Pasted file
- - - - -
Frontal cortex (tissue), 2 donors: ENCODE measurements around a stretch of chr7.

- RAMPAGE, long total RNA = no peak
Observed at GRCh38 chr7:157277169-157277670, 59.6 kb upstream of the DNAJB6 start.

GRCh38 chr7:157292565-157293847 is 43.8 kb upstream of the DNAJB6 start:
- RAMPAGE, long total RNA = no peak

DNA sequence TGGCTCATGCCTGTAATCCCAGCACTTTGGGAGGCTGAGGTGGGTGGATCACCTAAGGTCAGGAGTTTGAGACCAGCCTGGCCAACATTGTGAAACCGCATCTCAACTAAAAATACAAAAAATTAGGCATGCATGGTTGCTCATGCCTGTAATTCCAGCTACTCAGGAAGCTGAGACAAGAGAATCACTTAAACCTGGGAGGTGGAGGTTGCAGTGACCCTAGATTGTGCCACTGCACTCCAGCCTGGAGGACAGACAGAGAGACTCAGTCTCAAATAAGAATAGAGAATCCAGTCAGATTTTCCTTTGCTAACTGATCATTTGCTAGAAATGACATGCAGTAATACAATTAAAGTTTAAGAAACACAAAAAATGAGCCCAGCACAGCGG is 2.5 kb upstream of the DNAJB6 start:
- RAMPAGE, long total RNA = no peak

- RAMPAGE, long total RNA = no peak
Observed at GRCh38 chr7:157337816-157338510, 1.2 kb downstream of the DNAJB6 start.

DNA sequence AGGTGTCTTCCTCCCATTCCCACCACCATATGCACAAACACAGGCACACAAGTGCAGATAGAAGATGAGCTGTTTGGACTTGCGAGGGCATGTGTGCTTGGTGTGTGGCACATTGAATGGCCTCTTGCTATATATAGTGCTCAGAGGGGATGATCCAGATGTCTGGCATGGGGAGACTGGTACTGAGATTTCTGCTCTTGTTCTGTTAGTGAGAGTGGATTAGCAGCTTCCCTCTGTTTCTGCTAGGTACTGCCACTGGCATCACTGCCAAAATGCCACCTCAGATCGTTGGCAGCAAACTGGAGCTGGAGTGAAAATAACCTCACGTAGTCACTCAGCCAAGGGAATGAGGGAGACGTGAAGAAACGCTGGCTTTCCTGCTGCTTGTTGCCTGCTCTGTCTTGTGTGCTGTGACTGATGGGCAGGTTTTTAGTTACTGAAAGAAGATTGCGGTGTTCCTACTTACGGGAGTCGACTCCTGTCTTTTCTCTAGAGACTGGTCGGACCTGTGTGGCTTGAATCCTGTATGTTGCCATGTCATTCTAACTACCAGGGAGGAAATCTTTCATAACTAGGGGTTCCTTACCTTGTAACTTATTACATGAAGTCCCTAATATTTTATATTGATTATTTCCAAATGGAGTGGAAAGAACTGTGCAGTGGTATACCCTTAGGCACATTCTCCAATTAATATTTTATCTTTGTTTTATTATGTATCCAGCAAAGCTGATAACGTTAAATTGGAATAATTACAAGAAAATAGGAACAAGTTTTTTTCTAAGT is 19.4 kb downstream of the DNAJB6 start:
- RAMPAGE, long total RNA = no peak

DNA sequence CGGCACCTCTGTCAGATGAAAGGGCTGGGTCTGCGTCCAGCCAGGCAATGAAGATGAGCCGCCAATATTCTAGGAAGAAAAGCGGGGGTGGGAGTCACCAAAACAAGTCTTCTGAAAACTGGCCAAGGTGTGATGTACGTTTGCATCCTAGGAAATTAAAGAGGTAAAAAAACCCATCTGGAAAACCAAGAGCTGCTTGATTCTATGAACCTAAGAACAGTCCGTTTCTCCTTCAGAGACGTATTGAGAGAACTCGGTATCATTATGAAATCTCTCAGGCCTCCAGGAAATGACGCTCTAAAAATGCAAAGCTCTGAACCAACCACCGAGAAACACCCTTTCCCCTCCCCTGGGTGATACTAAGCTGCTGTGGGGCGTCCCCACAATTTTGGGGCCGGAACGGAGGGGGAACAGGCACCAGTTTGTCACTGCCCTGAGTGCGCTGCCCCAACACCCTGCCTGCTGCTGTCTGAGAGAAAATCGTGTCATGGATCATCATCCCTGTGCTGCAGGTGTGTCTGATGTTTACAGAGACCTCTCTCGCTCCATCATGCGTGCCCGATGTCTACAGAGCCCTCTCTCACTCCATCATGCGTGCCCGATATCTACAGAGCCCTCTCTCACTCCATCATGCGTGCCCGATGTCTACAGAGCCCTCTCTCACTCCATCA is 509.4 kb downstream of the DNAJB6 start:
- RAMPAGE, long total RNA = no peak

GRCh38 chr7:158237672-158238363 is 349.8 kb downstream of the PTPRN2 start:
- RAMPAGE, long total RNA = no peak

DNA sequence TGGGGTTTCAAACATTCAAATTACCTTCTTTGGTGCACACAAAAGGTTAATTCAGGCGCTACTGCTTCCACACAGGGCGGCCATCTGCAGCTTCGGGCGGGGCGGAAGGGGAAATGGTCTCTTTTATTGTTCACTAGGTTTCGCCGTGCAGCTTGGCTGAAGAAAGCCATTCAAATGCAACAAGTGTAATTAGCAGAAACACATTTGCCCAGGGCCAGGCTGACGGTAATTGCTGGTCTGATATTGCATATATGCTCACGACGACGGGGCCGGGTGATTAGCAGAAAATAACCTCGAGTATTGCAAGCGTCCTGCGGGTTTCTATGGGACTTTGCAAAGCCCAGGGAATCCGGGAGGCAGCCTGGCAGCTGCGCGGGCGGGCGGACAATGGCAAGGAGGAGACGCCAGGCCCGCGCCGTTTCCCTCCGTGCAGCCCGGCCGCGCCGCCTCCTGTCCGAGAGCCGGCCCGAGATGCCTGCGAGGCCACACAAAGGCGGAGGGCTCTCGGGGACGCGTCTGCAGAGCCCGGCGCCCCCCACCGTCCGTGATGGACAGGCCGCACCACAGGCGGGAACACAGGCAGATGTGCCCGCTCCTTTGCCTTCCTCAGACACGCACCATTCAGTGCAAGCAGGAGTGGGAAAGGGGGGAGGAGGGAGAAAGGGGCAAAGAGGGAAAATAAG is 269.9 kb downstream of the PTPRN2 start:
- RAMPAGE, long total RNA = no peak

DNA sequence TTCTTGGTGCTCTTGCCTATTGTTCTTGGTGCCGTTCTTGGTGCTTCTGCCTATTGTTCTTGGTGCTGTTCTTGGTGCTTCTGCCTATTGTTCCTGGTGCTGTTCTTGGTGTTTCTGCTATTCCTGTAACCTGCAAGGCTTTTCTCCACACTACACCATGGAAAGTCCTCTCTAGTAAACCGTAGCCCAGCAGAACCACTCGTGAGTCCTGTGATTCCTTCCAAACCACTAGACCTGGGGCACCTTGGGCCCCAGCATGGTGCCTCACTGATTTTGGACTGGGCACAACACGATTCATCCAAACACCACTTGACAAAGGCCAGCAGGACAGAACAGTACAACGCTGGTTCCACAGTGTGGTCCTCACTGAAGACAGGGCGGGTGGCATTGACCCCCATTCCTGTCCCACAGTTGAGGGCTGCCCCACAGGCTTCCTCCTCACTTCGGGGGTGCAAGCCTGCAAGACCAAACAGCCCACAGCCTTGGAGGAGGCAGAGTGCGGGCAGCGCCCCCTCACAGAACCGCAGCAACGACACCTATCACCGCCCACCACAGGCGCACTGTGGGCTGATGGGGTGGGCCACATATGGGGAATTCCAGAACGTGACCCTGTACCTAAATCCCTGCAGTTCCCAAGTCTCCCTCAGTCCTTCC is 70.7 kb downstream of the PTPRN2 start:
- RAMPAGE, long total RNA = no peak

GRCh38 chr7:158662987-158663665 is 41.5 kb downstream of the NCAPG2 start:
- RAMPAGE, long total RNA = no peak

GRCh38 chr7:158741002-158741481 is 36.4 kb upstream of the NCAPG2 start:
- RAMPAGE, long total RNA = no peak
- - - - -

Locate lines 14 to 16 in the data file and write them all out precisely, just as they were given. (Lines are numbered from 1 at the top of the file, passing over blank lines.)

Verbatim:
GRCh38 chr7:158237672-158238363 is 349.8 kb downstream of the PTPRN2 start:
- RAMPAGE, long total RNA = no peak

DNA sequence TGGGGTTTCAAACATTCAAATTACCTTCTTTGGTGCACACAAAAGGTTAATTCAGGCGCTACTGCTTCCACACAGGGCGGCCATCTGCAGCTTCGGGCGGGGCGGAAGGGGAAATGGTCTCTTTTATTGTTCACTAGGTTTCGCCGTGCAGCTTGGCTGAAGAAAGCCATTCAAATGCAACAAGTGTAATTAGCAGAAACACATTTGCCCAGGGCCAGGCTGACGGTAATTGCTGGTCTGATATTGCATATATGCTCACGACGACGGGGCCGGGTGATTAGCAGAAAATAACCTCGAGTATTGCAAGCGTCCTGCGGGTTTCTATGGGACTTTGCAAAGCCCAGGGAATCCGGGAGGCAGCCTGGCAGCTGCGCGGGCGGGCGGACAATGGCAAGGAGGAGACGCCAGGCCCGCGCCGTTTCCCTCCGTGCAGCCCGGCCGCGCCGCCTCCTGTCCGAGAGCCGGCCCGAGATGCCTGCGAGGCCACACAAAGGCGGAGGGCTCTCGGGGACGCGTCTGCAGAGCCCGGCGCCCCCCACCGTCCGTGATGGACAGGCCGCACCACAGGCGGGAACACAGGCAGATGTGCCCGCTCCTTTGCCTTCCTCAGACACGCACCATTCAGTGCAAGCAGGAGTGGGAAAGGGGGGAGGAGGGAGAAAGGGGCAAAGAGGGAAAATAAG is 269.9 kb downstream of the PTPRN2 start: